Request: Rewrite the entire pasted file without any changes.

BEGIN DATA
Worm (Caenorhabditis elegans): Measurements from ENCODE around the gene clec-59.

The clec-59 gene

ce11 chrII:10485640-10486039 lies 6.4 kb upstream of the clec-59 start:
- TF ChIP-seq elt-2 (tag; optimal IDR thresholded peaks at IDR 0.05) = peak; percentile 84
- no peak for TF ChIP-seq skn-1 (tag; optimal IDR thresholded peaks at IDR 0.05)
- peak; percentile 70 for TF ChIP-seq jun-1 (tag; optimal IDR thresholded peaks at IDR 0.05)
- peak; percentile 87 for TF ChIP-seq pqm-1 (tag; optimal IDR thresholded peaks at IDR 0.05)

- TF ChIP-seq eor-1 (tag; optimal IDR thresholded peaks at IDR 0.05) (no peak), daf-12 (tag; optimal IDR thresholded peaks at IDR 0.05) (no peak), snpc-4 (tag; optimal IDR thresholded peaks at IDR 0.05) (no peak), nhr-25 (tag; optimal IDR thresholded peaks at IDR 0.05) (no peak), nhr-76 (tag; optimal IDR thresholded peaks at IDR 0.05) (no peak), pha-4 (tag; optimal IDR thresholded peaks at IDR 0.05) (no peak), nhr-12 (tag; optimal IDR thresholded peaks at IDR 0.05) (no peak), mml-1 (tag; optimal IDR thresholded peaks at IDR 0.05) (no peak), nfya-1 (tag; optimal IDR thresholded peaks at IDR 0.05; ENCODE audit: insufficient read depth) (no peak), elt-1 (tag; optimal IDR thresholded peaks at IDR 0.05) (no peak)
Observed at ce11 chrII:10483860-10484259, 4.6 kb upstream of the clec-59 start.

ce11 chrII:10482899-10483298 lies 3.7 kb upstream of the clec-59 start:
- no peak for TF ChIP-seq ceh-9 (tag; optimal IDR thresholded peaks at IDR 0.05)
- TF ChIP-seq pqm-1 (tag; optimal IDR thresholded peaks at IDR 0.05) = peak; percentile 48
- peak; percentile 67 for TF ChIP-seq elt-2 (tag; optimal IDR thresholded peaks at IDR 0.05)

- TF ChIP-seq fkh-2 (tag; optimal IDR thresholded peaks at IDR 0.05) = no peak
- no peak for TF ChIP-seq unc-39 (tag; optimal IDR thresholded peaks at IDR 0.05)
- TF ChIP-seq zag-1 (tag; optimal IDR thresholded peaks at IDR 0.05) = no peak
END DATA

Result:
Worm (Caenorhabditis elegans): Measurements from ENCODE around the gene clec-59.

The clec-59 gene

ce11 chrII:10485640-10486039 lies 6.4 kb upstream of the clec-59 start:
- TF ChIP-seq elt-2 (tag; optimal IDR thresholded peaks at IDR 0.05) = peak; percentile 84
- no peak for TF ChIP-seq skn-1 (tag; optimal IDR thresholded peaks at IDR 0.05)
- peak; percentile 70 for TF ChIP-seq jun-1 (tag; optimal IDR thresholded peaks at IDR 0.05)
- peak; percentile 87 for TF ChIP-seq pqm-1 (tag; optimal IDR thresholded peaks at IDR 0.05)

- TF ChIP-seq eor-1 (tag; optimal IDR thresholded peaks at IDR 0.05) (no peak), daf-12 (tag; optimal IDR thresholded peaks at IDR 0.05) (no peak), snpc-4 (tag; optimal IDR thresholded peaks at IDR 0.05) (no peak), nhr-25 (tag; optimal IDR thresholded peaks at IDR 0.05) (no peak), nhr-76 (tag; optimal IDR thresholded peaks at IDR 0.05) (no peak), pha-4 (tag; optimal IDR thresholded peaks at IDR 0.05) (no peak), nhr-12 (tag; optimal IDR thresholded peaks at IDR 0.05) (no peak), mml-1 (tag; optimal IDR thresholded peaks at IDR 0.05) (no peak), nfya-1 (tag; optimal IDR thresholded peaks at IDR 0.05; ENCODE audit: insufficient read depth) (no peak), elt-1 (tag; optimal IDR thresholded peaks at IDR 0.05) (no peak)
Observed at ce11 chrII:10483860-10484259, 4.6 kb upstream of the clec-59 start.

ce11 chrII:10482899-10483298 lies 3.7 kb upstream of the clec-59 start:
- no peak for TF ChIP-seq ceh-9 (tag; optimal IDR thresholded peaks at IDR 0.05)
- TF ChIP-seq pqm-1 (tag; optimal IDR thresholded peaks at IDR 0.05) = peak; percentile 48
- peak; percentile 67 for TF ChIP-seq elt-2 (tag; optimal IDR thresholded peaks at IDR 0.05)

- TF ChIP-seq fkh-2 (tag; optimal IDR thresholded peaks at IDR 0.05) = no peak
- no peak for TF ChIP-seq unc-39 (tag; optimal IDR thresholded peaks at IDR 0.05)
- TF ChIP-seq zag-1 (tag; optimal IDR thresholded peaks at IDR 0.05) = no peak